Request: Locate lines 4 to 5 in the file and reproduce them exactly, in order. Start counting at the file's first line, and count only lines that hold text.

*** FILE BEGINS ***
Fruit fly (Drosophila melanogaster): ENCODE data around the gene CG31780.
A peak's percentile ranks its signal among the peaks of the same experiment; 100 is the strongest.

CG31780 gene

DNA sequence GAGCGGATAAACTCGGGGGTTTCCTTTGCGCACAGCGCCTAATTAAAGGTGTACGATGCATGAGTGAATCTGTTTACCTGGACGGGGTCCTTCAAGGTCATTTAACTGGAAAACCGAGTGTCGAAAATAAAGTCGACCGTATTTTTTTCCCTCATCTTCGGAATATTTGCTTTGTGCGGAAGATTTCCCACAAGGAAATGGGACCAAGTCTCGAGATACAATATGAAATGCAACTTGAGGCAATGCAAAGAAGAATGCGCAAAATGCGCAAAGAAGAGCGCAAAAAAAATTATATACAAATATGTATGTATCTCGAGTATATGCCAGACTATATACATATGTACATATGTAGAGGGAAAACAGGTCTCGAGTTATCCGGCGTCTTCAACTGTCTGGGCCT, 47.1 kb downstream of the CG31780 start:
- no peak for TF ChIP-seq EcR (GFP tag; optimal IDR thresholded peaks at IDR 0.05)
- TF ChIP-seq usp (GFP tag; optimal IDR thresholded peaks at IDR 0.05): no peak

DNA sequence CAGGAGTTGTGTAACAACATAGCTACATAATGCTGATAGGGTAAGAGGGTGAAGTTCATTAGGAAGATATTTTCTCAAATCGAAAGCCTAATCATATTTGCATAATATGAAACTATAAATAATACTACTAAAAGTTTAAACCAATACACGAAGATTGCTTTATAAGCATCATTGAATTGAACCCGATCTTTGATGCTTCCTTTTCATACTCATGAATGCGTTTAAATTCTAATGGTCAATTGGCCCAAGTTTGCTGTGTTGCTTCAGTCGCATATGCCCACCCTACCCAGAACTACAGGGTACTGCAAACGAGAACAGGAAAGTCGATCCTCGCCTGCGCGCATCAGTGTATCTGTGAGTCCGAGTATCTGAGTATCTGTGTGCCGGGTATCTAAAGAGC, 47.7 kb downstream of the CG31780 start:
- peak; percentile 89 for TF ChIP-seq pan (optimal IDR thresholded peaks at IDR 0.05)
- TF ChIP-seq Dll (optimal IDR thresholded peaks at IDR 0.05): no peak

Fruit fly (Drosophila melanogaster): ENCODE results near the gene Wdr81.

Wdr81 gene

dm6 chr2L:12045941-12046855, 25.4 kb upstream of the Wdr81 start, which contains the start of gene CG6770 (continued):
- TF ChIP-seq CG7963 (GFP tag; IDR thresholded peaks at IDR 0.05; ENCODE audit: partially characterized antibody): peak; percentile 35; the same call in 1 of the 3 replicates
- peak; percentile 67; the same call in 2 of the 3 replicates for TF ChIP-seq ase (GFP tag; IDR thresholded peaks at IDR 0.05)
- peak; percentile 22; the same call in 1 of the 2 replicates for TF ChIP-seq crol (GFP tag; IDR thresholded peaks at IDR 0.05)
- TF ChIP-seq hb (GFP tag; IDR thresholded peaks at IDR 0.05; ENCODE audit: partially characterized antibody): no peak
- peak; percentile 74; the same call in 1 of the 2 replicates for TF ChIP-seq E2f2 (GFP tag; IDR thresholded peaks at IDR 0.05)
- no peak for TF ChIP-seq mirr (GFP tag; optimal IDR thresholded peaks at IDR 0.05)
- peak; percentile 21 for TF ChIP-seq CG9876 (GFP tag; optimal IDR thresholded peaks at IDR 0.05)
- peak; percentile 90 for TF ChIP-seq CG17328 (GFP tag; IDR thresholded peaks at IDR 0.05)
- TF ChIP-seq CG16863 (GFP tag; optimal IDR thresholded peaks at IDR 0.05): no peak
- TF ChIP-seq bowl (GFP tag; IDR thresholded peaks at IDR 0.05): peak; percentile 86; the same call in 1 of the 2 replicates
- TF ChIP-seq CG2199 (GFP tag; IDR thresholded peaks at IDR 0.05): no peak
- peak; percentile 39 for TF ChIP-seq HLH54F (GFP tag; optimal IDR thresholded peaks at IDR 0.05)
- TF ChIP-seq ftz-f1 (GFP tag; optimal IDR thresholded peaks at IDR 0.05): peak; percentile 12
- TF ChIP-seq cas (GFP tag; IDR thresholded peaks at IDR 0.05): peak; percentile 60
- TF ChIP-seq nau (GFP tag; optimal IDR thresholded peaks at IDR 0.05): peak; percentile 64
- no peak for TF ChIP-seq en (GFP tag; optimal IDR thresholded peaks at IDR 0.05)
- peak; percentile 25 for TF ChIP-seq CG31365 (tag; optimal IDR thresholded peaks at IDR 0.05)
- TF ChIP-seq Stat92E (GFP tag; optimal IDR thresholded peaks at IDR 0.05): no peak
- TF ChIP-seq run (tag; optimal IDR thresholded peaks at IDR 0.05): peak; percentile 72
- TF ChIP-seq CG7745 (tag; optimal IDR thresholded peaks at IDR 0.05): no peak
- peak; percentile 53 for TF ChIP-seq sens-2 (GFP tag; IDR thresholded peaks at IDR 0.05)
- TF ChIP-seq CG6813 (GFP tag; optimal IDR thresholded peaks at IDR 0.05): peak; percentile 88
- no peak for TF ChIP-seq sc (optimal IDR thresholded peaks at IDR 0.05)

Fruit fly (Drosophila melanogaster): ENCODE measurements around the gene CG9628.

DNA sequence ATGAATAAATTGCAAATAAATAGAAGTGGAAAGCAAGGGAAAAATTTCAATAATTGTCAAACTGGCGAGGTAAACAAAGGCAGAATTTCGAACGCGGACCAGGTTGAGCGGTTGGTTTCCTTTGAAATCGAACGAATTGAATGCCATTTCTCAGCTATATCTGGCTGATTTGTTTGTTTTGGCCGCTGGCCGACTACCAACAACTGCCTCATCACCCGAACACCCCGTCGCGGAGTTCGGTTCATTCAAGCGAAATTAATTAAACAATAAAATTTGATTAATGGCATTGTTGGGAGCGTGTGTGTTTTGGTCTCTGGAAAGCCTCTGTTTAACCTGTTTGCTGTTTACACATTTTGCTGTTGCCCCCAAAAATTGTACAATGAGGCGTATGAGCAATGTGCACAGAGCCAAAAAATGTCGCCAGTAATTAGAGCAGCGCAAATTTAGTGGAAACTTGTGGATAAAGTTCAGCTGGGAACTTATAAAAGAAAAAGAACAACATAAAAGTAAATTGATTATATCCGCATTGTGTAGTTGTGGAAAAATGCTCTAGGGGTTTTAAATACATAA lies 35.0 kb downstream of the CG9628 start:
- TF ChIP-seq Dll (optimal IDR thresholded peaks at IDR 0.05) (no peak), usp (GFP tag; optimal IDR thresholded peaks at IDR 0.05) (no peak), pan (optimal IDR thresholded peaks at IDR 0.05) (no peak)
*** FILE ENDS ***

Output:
DNA sequence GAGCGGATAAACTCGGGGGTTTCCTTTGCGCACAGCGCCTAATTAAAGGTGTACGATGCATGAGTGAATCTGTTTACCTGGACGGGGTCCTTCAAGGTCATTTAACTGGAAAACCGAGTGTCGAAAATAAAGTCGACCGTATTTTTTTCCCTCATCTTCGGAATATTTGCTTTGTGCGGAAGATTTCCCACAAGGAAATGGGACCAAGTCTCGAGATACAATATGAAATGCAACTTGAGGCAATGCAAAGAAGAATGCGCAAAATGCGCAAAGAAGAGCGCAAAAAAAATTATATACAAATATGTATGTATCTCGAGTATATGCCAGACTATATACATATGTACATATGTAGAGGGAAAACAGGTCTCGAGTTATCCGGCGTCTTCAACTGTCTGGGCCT, 47.1 kb downstream of the CG31780 start:
- no peak for TF ChIP-seq EcR (GFP tag; optimal IDR thresholded peaks at IDR 0.05)